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GRAFENWÖHR, Germany — A network of Army medical clinics, mobile health specialists and patient liaisons at German hospitals is filling the gap left by closure of Würzburg Army Community Hospital’s inpatient services in June, health officials say.

Maj. Timothy Caffrey, commander of the Grafenwöhr Health Clinic, told a recent town hall meeting at Grafenwöhr about the Army clinic network in Bavaria, which includes clinics at Bamberg, Schweinfurt, Würzburg, Grafenwöhr, Vilseck, Hohenfels and Katterbach.

Caffrey said last Wednesday that the clinics, which do not have facilities to keep patients overnight, share specialists, including a dermatologist, internal medicine specialist, pediatrician and physical therapist, who were based at Würzburg.

“On a regular basis they come into my area to see my patients. It allows us to share specialists across Bavaria rather than have patients drive three hours or more (to get to Würzburg),” he said.

The network of clinics is consistent with U.S. trends to take care of more patients at home, Caffrey said.

“We are trying to do that because more and more care can be provided in an outpatient setting. When hospital care is needed we have that available,” he added.

The Bavarian clinics will send patients to German hospitals more often now that Würzburg’s inpatient services are closed, said Phil Tegmeier, Europe Region Medical Command public affairs officer.

At Grafenwöhr, patients have been using German hospitals regularly since the Army closed its Nuremberg hospital in 1993, he said.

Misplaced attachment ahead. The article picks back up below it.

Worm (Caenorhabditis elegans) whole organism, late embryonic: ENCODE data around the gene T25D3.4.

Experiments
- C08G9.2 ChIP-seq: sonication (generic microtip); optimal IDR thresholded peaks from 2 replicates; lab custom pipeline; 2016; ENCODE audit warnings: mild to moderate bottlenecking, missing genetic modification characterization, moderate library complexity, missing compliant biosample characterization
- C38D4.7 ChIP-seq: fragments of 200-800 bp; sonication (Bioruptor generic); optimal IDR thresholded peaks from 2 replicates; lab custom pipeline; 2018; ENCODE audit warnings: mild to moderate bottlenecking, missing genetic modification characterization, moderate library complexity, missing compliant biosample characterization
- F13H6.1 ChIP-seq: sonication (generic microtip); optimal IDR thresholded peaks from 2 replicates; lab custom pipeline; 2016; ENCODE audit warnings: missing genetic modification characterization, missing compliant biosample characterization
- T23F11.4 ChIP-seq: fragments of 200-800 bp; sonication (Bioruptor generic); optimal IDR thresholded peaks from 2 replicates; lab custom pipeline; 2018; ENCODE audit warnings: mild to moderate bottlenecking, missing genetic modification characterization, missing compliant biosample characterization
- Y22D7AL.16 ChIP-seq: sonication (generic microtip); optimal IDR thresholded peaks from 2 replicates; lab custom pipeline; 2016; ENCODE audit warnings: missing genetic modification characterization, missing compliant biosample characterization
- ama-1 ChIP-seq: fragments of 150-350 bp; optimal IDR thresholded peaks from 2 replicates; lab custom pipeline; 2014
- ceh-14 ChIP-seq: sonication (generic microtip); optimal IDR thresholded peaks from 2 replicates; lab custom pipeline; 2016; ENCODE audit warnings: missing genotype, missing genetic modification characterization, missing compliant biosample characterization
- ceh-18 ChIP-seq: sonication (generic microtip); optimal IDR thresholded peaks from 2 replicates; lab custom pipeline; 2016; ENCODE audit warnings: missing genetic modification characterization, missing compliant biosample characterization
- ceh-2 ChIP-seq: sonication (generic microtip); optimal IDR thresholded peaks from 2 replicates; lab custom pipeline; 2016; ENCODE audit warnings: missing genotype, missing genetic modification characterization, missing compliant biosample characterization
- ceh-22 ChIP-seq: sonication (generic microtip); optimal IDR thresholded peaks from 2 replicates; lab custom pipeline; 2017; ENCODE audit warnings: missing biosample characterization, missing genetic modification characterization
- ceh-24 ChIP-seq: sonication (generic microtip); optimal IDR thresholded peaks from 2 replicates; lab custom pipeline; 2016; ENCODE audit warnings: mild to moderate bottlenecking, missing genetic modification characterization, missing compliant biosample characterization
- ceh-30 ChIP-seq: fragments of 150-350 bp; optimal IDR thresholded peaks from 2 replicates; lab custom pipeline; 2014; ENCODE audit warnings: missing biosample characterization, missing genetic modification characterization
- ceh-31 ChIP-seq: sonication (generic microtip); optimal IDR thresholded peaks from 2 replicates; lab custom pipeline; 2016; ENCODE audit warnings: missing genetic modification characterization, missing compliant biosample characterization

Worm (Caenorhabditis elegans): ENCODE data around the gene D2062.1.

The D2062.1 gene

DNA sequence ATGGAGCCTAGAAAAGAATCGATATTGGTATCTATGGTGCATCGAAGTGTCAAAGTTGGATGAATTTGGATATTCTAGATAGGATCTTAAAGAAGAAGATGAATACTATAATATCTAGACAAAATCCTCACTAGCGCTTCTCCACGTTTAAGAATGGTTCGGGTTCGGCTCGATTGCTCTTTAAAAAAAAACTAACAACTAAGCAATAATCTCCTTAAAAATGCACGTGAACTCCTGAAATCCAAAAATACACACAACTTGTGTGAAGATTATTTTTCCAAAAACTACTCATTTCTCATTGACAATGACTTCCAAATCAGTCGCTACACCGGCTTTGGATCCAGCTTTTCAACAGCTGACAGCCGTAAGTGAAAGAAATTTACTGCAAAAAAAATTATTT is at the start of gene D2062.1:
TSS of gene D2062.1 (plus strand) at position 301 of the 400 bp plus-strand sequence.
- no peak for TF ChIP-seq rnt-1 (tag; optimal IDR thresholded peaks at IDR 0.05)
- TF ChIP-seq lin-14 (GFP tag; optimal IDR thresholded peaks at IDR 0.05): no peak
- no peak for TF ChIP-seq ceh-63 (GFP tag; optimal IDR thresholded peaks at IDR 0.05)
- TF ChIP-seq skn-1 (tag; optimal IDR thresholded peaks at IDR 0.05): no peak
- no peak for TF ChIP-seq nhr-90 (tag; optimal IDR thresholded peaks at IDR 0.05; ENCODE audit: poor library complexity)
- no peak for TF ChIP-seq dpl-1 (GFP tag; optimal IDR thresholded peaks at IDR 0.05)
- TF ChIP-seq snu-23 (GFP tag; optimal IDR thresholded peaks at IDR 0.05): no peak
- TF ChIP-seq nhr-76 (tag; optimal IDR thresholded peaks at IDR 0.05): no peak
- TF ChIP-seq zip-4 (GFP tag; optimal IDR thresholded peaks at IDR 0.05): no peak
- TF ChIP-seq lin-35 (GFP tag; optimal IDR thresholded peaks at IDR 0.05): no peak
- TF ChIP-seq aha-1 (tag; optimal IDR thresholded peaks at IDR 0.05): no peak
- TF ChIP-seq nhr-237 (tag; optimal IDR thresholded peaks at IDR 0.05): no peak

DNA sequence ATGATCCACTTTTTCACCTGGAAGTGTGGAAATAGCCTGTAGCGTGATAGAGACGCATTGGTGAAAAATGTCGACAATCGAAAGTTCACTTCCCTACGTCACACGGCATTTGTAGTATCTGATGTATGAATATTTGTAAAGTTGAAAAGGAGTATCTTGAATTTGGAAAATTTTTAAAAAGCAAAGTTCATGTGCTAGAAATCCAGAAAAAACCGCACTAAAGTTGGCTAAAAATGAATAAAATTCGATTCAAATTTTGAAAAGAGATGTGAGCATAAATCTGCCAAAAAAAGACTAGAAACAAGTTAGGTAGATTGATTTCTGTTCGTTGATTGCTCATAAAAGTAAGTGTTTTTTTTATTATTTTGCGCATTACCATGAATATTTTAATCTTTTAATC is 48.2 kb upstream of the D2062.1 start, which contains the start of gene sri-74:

Using German hospitals more has advantages, Caffrey said.

“The German hospital system is more robust in terms of sub-specialties than Würzburg was. There is a broader range of these sub-specialties half an hour away (from Grafenwöhr) than there was three hours away at Würzburg,” he said.

Tegmeier said German hospitals are putting up posters informing American patients about patient liaisons.

“They are people who are bilingual, whose job it is to address the issue that some people have when they get into hospital — communication. They can serve as an intermediary between the patient and hospital staff. Patient liaisons visit patients in hospital and will ask them if they have any concerns and if they want them to talk to the staff,” he said.

Alexandra Haehnlein, chief secretary for internal medicine and anesthesia at Eschenbach hospital, said all hospital staff members have a basic knowledge of English and patient liaisons visit whenever Americans stay there. Eschenbach hospital, along with Weiden hospital, treats many Americans from Grafenwöhr.

Haehnlein said the hospital will not turn anyone away but added that Americans might be asked to pay upfront for medical treatment because the hospital does not have agreements with U.S. health insurers.

Jeri Chappelle, Europe Regional Medical Command public affairs chief, said the downsizing at Würzburg was based on the departure of a significant number of 1st Infantry Division soldiers and their units from the Würzburg Hospital’s health care management area and the decision to place medical specialists at locations where their skills can best be used.

“Würzburg no longer offers any inpatient service that requires admission to the hospital, major surgical procedures, labor and delivery services, and obstetrical care for mothers and any procedure that requires anesthesia,” she said.

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Seth Robson is a Tokyo-based reporter who has been with Stars and Stripes since 2003. He has been stationed in Japan, South Korea and Germany, with frequent assignments to Iraq, Afghanistan, Haiti, Australia and the Philippines.
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